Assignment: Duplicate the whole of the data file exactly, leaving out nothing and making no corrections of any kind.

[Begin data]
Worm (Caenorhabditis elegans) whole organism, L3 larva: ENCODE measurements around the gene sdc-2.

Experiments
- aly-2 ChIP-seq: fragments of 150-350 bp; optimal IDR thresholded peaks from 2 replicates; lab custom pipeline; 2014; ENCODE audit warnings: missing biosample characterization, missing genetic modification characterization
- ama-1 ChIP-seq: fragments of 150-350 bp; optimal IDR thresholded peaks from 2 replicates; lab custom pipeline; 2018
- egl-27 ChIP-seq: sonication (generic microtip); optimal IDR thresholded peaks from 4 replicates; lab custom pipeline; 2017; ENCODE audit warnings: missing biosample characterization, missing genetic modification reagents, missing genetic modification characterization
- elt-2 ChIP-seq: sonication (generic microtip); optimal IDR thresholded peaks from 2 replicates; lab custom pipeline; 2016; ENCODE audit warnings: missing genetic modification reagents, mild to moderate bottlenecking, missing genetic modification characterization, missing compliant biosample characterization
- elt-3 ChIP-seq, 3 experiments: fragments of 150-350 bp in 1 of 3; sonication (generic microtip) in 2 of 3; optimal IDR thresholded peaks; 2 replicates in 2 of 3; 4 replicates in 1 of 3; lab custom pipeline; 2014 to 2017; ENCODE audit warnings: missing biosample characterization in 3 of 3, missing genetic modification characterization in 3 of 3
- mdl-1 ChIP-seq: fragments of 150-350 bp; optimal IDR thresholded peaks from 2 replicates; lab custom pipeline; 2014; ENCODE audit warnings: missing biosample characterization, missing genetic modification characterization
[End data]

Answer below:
Worm (Caenorhabditis elegans) whole organism, L3 larva: ENCODE measurements around the gene sdc-2.

Experiments
- aly-2 ChIP-seq: fragments of 150-350 bp; optimal IDR thresholded peaks from 2 replicates; lab custom pipeline; 2014; ENCODE audit warnings: missing biosample characterization, missing genetic modification characterization
- ama-1 ChIP-seq: fragments of 150-350 bp; optimal IDR thresholded peaks from 2 replicates; lab custom pipeline; 2018
- egl-27 ChIP-seq: sonication (generic microtip); optimal IDR thresholded peaks from 4 replicates; lab custom pipeline; 2017; ENCODE audit warnings: missing biosample characterization, missing genetic modification reagents, missing genetic modification characterization
- elt-2 ChIP-seq: sonication (generic microtip); optimal IDR thresholded peaks from 2 replicates; lab custom pipeline; 2016; ENCODE audit warnings: missing genetic modification reagents, mild to moderate bottlenecking, missing genetic modification characterization, missing compliant biosample characterization
- elt-3 ChIP-seq, 3 experiments: fragments of 150-350 bp in 1 of 3; sonication (generic microtip) in 2 of 3; optimal IDR thresholded peaks; 2 replicates in 2 of 3; 4 replicates in 1 of 3; lab custom pipeline; 2014 to 2017; ENCODE audit warnings: missing biosample characterization in 3 of 3, missing genetic modification characterization in 3 of 3
- mdl-1 ChIP-seq: fragments of 150-350 bp; optimal IDR thresholded peaks from 2 replicates; lab custom pipeline; 2014; ENCODE audit warnings: missing biosample characterization, missing genetic modification characterization